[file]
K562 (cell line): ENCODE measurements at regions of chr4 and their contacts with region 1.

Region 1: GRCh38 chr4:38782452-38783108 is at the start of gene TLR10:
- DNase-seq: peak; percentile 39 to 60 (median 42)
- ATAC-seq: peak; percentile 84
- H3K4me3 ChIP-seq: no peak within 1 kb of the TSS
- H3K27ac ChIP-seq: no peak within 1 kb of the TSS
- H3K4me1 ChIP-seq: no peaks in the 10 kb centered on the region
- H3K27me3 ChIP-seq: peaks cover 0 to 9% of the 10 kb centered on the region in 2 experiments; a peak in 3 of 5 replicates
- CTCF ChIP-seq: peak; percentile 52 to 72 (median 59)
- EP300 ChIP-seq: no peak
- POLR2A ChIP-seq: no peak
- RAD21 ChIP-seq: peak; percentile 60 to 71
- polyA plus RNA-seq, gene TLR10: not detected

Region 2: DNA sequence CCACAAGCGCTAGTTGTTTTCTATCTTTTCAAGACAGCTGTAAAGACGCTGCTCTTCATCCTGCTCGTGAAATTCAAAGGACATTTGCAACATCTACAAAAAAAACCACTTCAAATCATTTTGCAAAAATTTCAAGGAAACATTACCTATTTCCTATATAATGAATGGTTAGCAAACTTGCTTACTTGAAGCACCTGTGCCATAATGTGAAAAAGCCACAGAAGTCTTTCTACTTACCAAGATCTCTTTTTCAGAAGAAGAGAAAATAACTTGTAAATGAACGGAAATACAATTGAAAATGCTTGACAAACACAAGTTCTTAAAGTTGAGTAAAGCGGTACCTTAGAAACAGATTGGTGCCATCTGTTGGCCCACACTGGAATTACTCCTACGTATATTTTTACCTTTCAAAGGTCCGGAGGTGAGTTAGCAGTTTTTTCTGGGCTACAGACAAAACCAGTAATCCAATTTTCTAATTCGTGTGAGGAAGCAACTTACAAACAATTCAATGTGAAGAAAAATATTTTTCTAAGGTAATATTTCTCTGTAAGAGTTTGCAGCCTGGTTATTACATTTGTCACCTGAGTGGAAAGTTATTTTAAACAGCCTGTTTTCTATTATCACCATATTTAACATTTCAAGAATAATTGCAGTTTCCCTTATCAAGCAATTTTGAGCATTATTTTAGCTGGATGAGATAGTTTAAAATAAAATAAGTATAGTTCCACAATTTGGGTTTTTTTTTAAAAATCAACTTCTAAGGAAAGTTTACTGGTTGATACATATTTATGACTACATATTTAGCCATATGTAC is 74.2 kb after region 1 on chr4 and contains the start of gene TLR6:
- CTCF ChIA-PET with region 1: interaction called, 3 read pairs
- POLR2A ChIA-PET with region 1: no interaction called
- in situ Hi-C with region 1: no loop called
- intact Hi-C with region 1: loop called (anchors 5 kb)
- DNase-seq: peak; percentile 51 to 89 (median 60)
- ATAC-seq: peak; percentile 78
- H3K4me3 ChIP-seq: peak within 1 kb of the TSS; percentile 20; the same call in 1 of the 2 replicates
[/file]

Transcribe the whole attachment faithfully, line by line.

K562 (cell line): ENCODE measurements at regions of chr4 and their contacts with region 1.

Region 1: GRCh38 chr4:38782452-38783108 is at the start of gene TLR10:
- DNase-seq: peak; percentile 39 to 60 (median 42)
- ATAC-seq: peak; percentile 84
- H3K4me3 ChIP-seq: no peak within 1 kb of the TSS
- H3K27ac ChIP-seq: no peak within 1 kb of the TSS
- H3K4me1 ChIP-seq: no peaks in the 10 kb centered on the region
- H3K27me3 ChIP-seq: peaks cover 0 to 9% of the 10 kb centered on the region in 2 experiments; a peak in 3 of 5 replicates
- CTCF ChIP-seq: peak; percentile 52 to 72 (median 59)
- EP300 ChIP-seq: no peak
- POLR2A ChIP-seq: no peak
- RAD21 ChIP-seq: peak; percentile 60 to 71
- polyA plus RNA-seq, gene TLR10: not detected

Region 2: DNA sequence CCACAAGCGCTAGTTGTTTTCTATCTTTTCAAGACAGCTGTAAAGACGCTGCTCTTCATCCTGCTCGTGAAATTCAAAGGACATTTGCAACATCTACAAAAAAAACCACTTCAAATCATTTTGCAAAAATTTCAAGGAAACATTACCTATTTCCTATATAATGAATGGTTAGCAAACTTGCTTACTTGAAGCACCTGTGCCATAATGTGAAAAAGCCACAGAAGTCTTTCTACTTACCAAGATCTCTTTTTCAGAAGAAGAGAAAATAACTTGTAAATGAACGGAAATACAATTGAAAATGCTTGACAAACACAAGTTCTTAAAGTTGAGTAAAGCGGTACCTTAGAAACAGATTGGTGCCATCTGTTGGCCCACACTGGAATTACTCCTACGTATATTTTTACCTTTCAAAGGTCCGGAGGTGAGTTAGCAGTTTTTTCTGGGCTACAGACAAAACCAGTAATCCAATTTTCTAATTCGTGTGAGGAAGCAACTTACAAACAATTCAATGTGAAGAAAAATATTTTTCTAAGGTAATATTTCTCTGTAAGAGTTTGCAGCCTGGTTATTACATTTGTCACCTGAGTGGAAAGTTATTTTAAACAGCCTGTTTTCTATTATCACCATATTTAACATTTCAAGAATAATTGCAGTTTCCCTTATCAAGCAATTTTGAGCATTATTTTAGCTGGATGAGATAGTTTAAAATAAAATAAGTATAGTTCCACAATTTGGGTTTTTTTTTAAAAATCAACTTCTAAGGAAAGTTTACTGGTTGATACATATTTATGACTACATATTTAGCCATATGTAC is 74.2 kb after region 1 on chr4 and contains the start of gene TLR6:
- CTCF ChIA-PET with region 1: interaction called, 3 read pairs
- POLR2A ChIA-PET with region 1: no interaction called
- in situ Hi-C with region 1: no loop called
- intact Hi-C with region 1: loop called (anchors 5 kb)
- DNase-seq: peak; percentile 51 to 89 (median 60)
- ATAC-seq: peak; percentile 78
- H3K4me3 ChIP-seq: peak within 1 kb of the TSS; percentile 20; the same call in 1 of the 2 replicates